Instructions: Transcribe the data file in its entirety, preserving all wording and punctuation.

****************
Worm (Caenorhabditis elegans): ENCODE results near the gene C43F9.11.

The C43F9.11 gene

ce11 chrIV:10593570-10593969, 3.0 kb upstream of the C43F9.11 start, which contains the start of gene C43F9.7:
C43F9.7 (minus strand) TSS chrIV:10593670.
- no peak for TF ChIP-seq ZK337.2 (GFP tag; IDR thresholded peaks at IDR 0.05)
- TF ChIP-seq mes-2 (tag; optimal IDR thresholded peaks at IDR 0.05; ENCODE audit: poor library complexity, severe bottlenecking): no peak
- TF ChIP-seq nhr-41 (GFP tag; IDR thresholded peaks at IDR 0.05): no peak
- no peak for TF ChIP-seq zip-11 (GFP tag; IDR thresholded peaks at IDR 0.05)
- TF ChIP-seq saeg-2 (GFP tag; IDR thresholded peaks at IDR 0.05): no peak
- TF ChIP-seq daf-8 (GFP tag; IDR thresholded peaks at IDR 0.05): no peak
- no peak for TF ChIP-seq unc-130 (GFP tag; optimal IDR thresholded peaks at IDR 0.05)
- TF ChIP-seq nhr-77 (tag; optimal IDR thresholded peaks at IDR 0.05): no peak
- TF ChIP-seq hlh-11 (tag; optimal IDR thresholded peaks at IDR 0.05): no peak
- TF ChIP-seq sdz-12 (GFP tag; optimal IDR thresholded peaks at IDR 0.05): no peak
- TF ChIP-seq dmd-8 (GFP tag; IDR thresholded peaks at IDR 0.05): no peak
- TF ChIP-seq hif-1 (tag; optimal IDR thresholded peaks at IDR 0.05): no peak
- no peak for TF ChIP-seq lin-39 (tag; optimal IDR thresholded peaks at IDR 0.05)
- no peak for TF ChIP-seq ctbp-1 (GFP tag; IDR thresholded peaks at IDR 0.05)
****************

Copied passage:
Worm (Caenorhabditis elegans): ENCODE results near the gene C43F9.11.

The C43F9.11 gene

ce11 chrIV:10593570-10593969, 3.0 kb upstream of the C43F9.11 start, which contains the start of gene C43F9.7:
C43F9.7 (minus strand) TSS chrIV:10593670.
- no peak for TF ChIP-seq ZK337.2 (GFP tag; IDR thresholded peaks at IDR 0.05)
- TF ChIP-seq mes-2 (tag; optimal IDR thresholded peaks at IDR 0.05; ENCODE audit: poor library complexity, severe bottlenecking): no peak
- TF ChIP-seq nhr-41 (GFP tag; IDR thresholded peaks at IDR 0.05): no peak
- no peak for TF ChIP-seq zip-11 (GFP tag; IDR thresholded peaks at IDR 0.05)
- TF ChIP-seq saeg-2 (GFP tag; IDR thresholded peaks at IDR 0.05): no peak
- TF ChIP-seq daf-8 (GFP tag; IDR thresholded peaks at IDR 0.05): no peak
- no peak for TF ChIP-seq unc-130 (GFP tag; optimal IDR thresholded peaks at IDR 0.05)
- TF ChIP-seq nhr-77 (tag; optimal IDR thresholded peaks at IDR 0.05): no peak
- TF ChIP-seq hlh-11 (tag; optimal IDR thresholded peaks at IDR 0.05): no peak
- TF ChIP-seq sdz-12 (GFP tag; optimal IDR thresholded peaks at IDR 0.05): no peak
- TF ChIP-seq dmd-8 (GFP tag; IDR thresholded peaks at IDR 0.05): no peak
- TF ChIP-seq hif-1 (tag; optimal IDR thresholded peaks at IDR 0.05): no peak
- no peak for TF ChIP-seq lin-39 (tag; optimal IDR thresholded peaks at IDR 0.05)
- no peak for TF ChIP-seq ctbp-1 (GFP tag; IDR thresholded peaks at IDR 0.05)